The Green, Green Grass of Kinnick Stadium

Nov. 16, 2007

Kirk’s weekly media conference (Nov. 13) | Kirk’s postgame press conference (Nov. 17)

IOWA CITY — The lush green grass and vivid paint markings on the hallowed turf at Kinnick Stadium do not appear magically on game day. In fact, it’s a not just a week-long chore, but it is essentially a year-long project supervised by Ted Thorn, director of grounds at the University of Iowa, with day-to-day tasks carried out by Cale Doyle and up to five others.

If you think football coaches are notorious for checking weather reports the week of a big game, you should see a member of the grounds crew. When an event is scheduled in Iowa City, the UI grounds crew more than matches the passionate quest for an updated forecast. If there is a chance of rain later in the week, the painters head out as early as Monday to beat the storm. If dry weather is on the horizon, a more typical week ensues.

A natural grass surface was installed in Kinnick Stadium prior to the 1989 season. For painting purposes, the optimum time of year is later in the season when there isn’t as much grass re-growth (typically around the third week in October). From a field-recovery standpoint, the early-season is most suitable because of quicker grass growth.

This is how the week unfolded for the UI grounds crew prior to the Michigan State game on Oct. 27:

On Sunday and Wednesday, the grass was mowed to the desired height of 1½ inches (as requested by the Iowa football staff). On Thursday, a staff of six — Doyle, Andy Eiffert, Tony Senio, Jarod Tylee, Greg Wynn and Michael Murphy — arrive at Kinnick Stadium, wait for the frost to thaw, and then begin painting at 8:30 a.m. By 1:30 p.m., the paint wands are packed away — as is the bulk of the work — since all the white and gold painted yard numbers, hash marks and end zone letters have been completed. On Friday, two to three more hours is needed to spray black paint outlines and touch-up what has already been produced.

The thought of the crew being able to relax and enjoy its artwork on game day is a misnomer. In fact, Saturday is the most nerve-racking time of the week.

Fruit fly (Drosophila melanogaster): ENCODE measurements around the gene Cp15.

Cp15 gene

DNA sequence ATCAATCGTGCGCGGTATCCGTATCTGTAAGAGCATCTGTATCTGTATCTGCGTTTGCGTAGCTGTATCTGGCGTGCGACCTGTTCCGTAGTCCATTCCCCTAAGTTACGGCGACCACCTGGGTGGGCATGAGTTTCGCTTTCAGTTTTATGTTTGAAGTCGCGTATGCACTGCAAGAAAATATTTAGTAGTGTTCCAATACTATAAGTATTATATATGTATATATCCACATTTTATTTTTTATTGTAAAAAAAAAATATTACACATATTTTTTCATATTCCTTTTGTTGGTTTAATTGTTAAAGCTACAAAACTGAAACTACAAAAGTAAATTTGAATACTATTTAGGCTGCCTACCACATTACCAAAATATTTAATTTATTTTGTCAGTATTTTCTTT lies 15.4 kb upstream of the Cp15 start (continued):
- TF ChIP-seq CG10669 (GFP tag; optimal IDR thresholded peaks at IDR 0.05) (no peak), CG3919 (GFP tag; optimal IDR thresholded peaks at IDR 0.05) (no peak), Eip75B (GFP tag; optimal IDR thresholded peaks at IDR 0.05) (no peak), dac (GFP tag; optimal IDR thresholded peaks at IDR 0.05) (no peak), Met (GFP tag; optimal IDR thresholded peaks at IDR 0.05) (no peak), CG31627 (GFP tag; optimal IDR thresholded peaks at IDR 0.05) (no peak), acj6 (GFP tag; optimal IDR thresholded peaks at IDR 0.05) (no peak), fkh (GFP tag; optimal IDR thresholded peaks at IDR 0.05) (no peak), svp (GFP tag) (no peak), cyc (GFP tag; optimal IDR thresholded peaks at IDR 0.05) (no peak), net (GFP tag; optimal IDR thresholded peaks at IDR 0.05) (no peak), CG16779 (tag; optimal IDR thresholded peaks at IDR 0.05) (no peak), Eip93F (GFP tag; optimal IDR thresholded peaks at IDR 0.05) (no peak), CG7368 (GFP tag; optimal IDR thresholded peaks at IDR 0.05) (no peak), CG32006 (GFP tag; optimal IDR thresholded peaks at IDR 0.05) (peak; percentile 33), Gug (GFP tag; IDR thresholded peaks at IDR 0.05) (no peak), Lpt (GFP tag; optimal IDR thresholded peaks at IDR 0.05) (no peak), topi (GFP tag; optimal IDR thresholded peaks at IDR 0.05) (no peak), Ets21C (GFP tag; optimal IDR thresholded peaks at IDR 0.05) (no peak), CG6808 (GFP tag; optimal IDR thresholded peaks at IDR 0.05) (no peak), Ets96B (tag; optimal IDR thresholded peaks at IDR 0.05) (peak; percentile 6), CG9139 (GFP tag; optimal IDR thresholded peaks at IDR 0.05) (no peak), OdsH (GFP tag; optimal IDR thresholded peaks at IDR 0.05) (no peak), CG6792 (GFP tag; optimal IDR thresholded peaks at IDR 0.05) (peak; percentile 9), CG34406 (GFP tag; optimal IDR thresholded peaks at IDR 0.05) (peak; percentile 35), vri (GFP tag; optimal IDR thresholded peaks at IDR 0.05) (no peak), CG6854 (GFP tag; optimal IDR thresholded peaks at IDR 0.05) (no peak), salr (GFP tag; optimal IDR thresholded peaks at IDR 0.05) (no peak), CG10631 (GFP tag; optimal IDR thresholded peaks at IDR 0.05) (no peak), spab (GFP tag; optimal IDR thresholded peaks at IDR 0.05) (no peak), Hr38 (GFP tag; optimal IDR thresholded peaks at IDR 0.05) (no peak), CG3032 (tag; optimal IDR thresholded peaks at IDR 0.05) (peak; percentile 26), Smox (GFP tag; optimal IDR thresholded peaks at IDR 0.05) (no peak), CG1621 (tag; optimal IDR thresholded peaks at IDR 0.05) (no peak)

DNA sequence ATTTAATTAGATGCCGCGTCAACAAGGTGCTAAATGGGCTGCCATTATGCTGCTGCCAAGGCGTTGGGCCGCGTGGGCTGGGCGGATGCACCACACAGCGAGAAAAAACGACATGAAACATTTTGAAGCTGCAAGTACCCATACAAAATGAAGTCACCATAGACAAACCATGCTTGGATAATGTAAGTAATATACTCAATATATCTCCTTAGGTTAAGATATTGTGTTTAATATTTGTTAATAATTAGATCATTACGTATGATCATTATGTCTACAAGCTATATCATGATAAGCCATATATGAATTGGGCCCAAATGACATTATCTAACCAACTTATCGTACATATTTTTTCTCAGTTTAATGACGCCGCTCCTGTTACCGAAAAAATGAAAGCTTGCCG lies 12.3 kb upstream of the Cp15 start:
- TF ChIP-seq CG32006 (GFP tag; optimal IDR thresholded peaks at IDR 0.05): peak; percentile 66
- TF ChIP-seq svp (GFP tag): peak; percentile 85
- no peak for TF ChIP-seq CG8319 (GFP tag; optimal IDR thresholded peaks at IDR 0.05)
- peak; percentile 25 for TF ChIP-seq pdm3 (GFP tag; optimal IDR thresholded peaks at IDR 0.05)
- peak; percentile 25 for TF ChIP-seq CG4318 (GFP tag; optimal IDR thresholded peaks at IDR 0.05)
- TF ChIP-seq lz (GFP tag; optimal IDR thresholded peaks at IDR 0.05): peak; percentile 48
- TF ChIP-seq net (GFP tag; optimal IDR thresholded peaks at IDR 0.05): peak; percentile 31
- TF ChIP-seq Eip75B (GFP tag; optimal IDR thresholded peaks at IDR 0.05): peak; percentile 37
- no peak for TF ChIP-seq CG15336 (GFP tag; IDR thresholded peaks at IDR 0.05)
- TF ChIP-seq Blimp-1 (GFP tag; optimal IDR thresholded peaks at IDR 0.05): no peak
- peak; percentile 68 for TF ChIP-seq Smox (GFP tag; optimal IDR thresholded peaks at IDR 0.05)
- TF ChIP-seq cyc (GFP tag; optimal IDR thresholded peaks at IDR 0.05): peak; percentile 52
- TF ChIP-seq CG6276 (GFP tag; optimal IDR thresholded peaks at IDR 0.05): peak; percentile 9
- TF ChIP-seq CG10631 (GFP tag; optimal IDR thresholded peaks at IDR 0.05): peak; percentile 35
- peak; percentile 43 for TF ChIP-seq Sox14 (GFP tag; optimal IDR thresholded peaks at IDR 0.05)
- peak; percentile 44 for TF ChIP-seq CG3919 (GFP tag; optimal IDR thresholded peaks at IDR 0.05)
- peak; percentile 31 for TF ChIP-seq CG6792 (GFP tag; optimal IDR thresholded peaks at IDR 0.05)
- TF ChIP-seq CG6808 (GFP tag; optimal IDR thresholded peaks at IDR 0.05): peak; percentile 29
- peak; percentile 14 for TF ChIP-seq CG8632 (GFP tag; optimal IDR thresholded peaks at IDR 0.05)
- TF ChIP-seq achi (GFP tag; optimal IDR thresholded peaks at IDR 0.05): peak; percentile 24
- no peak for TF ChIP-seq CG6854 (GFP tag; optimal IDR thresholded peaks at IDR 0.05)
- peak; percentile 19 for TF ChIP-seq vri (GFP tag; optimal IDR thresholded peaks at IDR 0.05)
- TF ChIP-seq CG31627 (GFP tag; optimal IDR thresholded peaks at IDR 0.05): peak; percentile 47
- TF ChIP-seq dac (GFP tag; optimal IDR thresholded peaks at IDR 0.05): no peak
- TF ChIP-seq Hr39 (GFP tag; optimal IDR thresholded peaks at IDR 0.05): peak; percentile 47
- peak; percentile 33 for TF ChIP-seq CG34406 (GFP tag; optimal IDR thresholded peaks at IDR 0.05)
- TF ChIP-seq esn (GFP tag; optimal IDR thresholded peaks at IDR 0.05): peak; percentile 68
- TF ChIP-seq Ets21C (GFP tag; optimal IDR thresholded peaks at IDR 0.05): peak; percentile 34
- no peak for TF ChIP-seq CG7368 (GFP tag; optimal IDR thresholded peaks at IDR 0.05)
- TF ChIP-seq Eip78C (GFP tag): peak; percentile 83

“There is a considerable amount of anxiety,” Thorn said.

Doyle agrees.

“You want to provide the players with a safe playing field and it can get a little stressful,” Doyle said.

Doyle’s crew has been together for three years, so it knows what is expected and when. For an 11 a.m., kickoff, the workers arrive at 6 a.m., to set up the sideline mats before either team is at the stadium. During the game, the crew hustles onto the field when needed to fill the larger divots. The post-game ritual begins by helping the visiting team haul sideline equipment to its truck. The crew then picks up the sideline mats and cleans the field with a sweeper and blower. Twelve people walk the entire grass surface, each with a 5-gallon, 70-pound bucket, sprinkling divot mix into cleat marks and holes. The crew spends 4-5 postgame hours on the field after each game.

Iowa uses a thick-cut sod that typically lasts four or five seasons. Doyle said that the current grass surface will be replaced following the 2008 season.

Stencils are used as a guide for painting hash marks and yard numbers. For the end zone, a large one-piece, clear plastic is used for the first painting of the season. Because paint is hard on the grass, each year the end zones rotate which one has the word Iowa and which has the word Hawkeyes. Each game requires nearly 70 gallons of paint that is mixed one-to-one ratio with water.

“Coach Ferentz is good about saying, `Hey guys, thanks a lot. The field looks good.’ All of the coaches appreciate what we do.”
Cale Doyle

Doyle grew up in Ames, Iowa, and worked part-time on the playing field inside Iowa State’s Jack Trice Stadium while pursuing a horticulture degree from Des Moines Area Community College. He started at the UI in Spring 1998 and now has more than 100 acres to maintain, a total that includes the green space at the Gerdin Learning Center, Jacobson Athletic Building, practice football field, baseball and softball facilities, Carver-Hawkeye Arena, Hawkeye Village, recreation complex, cross country, soccer and field hockey fields and the Hall of Fame.

Although fall and spring are the busiest seasons, Doyle said that responsibilities move “from one season to the next.”

“Any more, the sports don’t quit,” Doyle said. “Some have both fall and spring seasons and then in the summer, it’s time to have camps.”

Doyle said that the 2005 football season was the most difficult. Because of construction in the south end of the stadium, combined with uncooperative weather, the sod for the playing field was replaced during the season. Because of that, the grass had no roots and the turf was badly torn during Iowa’s 56-0 win against Ball State. Before the Hawkeyes played Northern Iowa 14 days later, the entire field was stripped and new sod was placed.

Thorn, who has worked at the UI for 29 years, recalls a game on Nov. 23, 1991 against Minnesota that was particularly taxing on his staff.

“We had to move four inches of snow off the field and scoop all of the yard lines,” Thorn recalls. Iowa won the “Snow Bowl,” 23-8.

A highlight for the crew comes in the form of a compliment after nearly every home game. Doyle said that Head Coach Kirk Ferentz, following his post-game press conference, will thank the workers for their contribution to the football program.

“Coach Ferentz is good about saying, `Hey guys, thanks a lot. The field looks good.'” Doyle said. “All of the coaches appreciate what we do.”


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